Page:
Objective: Strategic analysis of information and knowledge management practices within a wine business.

    Present the two wineries profiles– Who has been interviewed and why?
    Describe the company’s information and knowledge management practices
    Evaluate information and knowledge management issues - why solving it is important?
    Compare of information and knowledge management practices between the two companies
    Recommend the best courses of actions for both companies

    Marking criteria
    • Evidence of understanding of critical issues in the topic area
    • Definition of key terms and concepts
    • Argument develops logically
    • Use of relevant examples – primary data (transcript from interviews) and secondary data (web, internal document, etc)
    • Recommendations coherent with description and evaluation of the situation
    Structure and form:
    • Clear writing style consistent with academic style
    • Correct structure of introduction, body & conclusion
    • Clear declination of the topic, presents a consistent analysis, and conclude with a cogent summary
    • Consistent and appropriate use of citations – in-text and reference list
    All assignments are to be submitted by the due date using the Turnitin facility on the course MyUni website. Assignments will be marked electronically and returned that way too. Please remember to keep a copy of all your work. Each assignment must also have an assignment cover sheet as its first page and title page after that.

    Late Assignment Submission
    Students are expected to submit their work by the due date to maintain a fair and equitable system. Extensions will generally only be given for medical or other serious reasons. All requests for extensions must be emailed to the lecturer in charge of the course before the due date. Each request will be assessed on its merits. A late assignment (without prior arrangement) will be penalised by a 5% mark reduction for each day that it is late.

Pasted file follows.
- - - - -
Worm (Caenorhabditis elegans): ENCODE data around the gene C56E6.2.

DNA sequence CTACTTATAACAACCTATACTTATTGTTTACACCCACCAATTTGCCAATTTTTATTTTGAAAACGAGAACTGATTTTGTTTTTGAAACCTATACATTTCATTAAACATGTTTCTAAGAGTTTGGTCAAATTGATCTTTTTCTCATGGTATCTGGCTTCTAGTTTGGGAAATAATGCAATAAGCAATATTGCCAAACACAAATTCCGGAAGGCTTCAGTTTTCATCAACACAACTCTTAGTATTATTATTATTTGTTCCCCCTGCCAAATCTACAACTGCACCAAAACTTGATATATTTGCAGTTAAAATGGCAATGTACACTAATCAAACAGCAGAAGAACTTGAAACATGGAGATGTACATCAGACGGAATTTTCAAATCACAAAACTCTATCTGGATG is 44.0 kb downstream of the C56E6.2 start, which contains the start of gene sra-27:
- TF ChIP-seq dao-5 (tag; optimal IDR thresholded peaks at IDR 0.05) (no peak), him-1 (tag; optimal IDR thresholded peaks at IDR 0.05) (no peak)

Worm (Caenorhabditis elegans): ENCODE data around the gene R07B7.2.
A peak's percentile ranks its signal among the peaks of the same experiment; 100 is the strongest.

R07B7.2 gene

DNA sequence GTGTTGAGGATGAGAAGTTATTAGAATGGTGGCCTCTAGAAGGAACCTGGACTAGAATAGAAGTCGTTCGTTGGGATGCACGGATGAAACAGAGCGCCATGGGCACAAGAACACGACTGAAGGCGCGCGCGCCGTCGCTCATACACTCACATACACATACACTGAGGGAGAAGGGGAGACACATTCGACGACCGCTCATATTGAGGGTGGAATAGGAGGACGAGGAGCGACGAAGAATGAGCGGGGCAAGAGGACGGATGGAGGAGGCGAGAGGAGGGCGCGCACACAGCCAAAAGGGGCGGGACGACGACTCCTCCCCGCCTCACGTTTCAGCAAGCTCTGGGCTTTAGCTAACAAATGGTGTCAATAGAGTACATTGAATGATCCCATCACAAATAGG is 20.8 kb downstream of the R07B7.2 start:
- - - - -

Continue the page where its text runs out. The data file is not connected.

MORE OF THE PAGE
Course Grading

    Grades for your performance in this course will be awarded in accordance with the following scheme:

    M10 (Coursework Mark Scheme)
    Grade Mark Description
    FNS   Fail No Submission
    F 1-49 Fail
    P 50-64 Pass
    C 65-74 Credit
    D 75-84 Distinction
    HD 85-100 High Distinction
    CN   Continuing
    NFE   No Formal Examination
    RP   Result Pending

    Further details of the grades/results can be obtained from Examinations.

    Grade Descriptors are available which provide a general guide to the standard of work that is expected at each grade level. More information at Assessment for Coursework Programs.

    Final results for this course will be made available through Access Adelaide.

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    The University places a high priority on approaches to learning and teaching that enhance the student experience. Feedback is sought from students in a variety of ways including on-going engagement with staff, the use of online discussion boards and the use of Student Experience of Learning and Teaching (SELT) surveys as well as GOS surveys and Program reviews.

    SELTs are an important source of information to inform individual teaching practice, decisions about teaching duties, and course and program curriculum design. They enable the University to assess how effectively its learning environments and teaching practices facilitate student engagement and learning outcomes. Under the current SELT Policy ( course SELTs are mandated and must be conducted at the conclusion of each term/semester/trimester for every course offering. Feedback on issues raised through course SELT surveys is made available to enrolled students through various resources (e.g. MyUni). In addition aggregated course SELT data is available.